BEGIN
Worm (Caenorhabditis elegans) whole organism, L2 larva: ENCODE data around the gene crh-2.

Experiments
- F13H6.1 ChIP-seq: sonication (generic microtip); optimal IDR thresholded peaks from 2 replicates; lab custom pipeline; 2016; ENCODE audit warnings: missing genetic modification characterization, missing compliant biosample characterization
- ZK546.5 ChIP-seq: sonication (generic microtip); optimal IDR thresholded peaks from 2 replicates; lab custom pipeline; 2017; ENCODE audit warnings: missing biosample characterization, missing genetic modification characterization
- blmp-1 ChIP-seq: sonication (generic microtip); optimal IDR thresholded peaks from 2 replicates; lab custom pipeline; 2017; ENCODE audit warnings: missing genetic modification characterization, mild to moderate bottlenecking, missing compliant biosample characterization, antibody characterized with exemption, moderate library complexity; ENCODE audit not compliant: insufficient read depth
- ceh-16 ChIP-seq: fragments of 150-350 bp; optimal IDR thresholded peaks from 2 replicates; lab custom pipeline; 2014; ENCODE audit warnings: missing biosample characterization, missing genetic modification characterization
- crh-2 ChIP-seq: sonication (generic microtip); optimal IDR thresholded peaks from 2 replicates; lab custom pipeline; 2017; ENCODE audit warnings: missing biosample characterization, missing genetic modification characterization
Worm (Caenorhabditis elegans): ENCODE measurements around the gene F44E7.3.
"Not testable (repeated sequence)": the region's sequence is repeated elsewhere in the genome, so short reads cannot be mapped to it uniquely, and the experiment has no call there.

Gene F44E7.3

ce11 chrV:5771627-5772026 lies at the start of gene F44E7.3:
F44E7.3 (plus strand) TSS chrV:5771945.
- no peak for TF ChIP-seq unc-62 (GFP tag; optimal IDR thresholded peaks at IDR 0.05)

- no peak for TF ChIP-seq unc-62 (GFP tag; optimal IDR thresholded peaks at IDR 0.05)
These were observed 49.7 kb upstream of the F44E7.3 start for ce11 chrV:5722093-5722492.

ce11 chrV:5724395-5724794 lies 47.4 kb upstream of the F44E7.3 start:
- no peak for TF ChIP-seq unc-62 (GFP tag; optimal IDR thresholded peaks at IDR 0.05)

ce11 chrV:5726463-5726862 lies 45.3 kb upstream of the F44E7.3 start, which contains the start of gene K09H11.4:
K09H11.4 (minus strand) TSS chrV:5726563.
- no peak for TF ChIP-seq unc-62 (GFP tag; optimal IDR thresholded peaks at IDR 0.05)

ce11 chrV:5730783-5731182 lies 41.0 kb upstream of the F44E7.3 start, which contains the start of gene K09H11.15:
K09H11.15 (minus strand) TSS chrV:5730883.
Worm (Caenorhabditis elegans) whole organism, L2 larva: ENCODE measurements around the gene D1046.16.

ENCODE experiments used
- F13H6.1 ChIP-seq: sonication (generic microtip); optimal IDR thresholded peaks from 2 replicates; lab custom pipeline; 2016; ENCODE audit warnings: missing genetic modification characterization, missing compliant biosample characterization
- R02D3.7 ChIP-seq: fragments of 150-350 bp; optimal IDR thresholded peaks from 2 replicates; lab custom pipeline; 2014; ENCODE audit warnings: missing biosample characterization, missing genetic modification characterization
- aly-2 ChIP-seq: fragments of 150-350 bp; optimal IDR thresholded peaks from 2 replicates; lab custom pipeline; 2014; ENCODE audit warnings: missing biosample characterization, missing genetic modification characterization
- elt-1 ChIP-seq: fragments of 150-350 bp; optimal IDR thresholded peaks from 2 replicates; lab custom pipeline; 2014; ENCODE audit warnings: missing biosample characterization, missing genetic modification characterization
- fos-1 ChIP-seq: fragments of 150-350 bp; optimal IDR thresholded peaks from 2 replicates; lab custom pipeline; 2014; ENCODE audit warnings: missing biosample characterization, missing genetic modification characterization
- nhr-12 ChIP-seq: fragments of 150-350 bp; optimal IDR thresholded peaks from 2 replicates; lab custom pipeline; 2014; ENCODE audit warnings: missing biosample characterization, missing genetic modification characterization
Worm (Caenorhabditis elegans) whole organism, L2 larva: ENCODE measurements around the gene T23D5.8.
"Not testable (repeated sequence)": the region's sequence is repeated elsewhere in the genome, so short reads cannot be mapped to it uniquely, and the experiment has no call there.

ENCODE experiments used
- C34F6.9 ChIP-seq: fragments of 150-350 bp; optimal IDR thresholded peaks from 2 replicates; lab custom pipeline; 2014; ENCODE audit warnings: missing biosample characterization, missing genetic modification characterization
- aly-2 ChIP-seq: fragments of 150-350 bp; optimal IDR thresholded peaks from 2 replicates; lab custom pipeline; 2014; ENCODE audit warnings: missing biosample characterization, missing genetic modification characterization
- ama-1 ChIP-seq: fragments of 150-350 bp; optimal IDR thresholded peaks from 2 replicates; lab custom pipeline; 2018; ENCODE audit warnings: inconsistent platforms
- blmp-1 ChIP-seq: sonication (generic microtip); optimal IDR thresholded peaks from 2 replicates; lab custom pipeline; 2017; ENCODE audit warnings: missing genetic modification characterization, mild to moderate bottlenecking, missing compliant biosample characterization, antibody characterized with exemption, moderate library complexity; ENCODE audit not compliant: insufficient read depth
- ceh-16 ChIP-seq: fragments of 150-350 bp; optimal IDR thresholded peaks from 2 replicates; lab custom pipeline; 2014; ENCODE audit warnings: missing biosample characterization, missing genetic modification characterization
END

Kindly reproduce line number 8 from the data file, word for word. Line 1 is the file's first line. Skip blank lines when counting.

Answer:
Worm (Caenorhabditis elegans): ENCODE measurements around the gene F44E7.3.